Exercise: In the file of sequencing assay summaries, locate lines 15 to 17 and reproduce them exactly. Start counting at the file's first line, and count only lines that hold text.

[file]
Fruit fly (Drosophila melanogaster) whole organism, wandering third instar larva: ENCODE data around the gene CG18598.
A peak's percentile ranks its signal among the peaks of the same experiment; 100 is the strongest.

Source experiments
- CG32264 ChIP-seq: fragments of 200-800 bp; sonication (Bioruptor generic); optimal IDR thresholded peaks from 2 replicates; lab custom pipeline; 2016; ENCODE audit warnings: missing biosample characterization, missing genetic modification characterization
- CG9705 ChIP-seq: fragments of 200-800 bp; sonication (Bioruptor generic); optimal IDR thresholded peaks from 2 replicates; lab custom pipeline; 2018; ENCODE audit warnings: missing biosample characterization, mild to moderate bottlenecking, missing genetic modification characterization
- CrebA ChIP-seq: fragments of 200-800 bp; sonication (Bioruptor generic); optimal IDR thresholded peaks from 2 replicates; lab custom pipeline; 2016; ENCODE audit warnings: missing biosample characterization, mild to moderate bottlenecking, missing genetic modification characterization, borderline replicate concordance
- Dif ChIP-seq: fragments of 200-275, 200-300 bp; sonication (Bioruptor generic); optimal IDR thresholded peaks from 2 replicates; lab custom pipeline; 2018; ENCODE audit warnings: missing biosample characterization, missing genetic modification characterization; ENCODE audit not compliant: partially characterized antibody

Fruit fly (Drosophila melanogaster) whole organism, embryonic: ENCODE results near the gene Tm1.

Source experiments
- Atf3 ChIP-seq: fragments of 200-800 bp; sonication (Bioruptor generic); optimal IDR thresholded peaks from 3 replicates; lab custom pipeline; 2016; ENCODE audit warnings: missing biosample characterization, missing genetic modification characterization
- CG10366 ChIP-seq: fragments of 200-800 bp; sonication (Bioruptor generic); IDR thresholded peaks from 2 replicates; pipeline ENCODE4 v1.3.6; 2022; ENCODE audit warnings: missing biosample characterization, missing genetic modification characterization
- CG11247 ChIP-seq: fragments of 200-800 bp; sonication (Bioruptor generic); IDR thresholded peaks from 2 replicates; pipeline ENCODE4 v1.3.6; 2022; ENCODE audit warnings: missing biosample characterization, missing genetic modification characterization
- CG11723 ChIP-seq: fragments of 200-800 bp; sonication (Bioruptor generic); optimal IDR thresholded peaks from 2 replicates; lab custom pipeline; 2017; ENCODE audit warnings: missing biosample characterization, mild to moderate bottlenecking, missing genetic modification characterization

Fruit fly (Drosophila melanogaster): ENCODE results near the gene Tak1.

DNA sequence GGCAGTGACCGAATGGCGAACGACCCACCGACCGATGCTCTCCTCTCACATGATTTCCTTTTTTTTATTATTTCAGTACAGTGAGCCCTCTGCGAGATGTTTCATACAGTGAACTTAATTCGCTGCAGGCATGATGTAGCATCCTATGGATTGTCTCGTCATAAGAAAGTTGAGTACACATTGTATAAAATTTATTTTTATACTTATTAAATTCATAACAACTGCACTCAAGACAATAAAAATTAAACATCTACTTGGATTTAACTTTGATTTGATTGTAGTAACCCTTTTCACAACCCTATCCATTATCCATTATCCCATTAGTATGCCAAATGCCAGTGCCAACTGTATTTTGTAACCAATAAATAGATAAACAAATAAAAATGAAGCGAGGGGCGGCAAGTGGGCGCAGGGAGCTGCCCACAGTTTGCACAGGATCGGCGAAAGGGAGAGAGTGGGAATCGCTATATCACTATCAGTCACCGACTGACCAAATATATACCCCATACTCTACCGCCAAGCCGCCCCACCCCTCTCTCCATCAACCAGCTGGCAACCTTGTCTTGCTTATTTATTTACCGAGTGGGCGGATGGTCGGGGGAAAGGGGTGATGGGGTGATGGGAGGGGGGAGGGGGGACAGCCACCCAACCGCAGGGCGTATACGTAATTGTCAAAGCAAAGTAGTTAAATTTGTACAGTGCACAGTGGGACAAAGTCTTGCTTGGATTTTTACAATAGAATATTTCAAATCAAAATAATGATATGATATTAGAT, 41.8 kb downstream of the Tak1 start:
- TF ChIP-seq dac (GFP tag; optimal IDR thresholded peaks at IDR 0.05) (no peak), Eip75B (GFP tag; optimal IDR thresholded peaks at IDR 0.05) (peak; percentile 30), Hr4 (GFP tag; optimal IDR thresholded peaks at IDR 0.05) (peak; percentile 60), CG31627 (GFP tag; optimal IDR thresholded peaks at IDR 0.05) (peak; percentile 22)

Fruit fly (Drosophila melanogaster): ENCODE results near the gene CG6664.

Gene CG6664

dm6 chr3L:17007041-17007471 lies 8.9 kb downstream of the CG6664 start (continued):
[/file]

DNA sequence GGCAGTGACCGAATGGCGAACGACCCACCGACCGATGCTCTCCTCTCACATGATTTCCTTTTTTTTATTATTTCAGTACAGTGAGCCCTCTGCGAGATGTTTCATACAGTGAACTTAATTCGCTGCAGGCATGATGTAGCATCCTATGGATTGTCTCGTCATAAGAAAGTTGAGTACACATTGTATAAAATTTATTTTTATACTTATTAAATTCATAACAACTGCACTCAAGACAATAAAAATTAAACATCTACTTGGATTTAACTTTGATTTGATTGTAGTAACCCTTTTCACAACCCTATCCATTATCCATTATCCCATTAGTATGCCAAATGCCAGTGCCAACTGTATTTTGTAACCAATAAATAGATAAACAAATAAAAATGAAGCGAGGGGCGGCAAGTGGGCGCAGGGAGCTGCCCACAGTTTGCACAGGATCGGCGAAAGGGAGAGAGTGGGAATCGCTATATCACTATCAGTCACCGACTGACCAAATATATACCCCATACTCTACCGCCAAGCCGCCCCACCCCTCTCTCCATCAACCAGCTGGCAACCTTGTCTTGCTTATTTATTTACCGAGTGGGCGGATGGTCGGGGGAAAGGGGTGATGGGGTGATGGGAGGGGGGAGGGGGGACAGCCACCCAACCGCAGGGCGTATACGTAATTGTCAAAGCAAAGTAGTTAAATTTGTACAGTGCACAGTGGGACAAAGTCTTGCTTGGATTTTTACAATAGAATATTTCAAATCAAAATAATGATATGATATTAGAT, 41.8 kb downstream of the Tak1 start:
- TF ChIP-seq dac (GFP tag; optimal IDR thresholded peaks at IDR 0.05) (no peak), Eip75B (GFP tag; optimal IDR thresholded peaks at IDR 0.05) (peak; percentile 30), Hr4 (GFP tag; optimal IDR thresholded peaks at IDR 0.05) (peak; percentile 60), CG31627 (GFP tag; optimal IDR thresholded peaks at IDR 0.05) (peak; percentile 22)

Fruit fly (Drosophila melanogaster): ENCODE results near the gene CG6664.